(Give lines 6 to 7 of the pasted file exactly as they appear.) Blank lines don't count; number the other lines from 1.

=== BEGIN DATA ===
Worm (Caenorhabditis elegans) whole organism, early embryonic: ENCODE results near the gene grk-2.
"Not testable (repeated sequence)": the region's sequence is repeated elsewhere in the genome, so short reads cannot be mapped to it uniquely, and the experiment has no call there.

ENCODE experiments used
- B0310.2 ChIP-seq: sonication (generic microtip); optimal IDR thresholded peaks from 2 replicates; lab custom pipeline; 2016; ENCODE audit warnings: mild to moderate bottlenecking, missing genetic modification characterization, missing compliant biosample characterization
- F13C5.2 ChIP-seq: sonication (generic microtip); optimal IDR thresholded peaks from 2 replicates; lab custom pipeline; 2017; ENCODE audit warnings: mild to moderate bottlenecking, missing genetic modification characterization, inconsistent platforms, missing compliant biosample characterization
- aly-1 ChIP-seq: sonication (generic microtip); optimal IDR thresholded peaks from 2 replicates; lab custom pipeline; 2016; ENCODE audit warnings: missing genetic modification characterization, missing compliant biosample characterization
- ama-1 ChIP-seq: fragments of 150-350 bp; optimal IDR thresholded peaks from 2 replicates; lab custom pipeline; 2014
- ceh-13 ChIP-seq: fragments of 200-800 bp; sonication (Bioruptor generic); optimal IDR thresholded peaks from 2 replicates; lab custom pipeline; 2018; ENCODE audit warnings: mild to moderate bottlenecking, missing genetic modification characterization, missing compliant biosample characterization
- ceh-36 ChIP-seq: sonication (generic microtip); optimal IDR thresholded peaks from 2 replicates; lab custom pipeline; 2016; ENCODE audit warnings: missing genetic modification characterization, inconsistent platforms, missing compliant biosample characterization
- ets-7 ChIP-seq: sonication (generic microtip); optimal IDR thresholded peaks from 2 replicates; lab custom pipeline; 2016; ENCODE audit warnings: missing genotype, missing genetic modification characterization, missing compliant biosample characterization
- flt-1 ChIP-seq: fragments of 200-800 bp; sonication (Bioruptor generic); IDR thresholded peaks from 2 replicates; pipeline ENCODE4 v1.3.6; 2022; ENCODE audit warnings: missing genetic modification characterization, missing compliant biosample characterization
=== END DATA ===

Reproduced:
- aly-1 ChIP-seq: sonication (generic microtip); optimal IDR thresholded peaks from 2 replicates; lab custom pipeline; 2016; ENCODE audit warnings: missing genetic modification characterization, missing compliant biosample characterization
- ama-1 ChIP-seq: fragments of 150-350 bp; optimal IDR thresholded peaks from 2 replicates; lab custom pipeline; 2014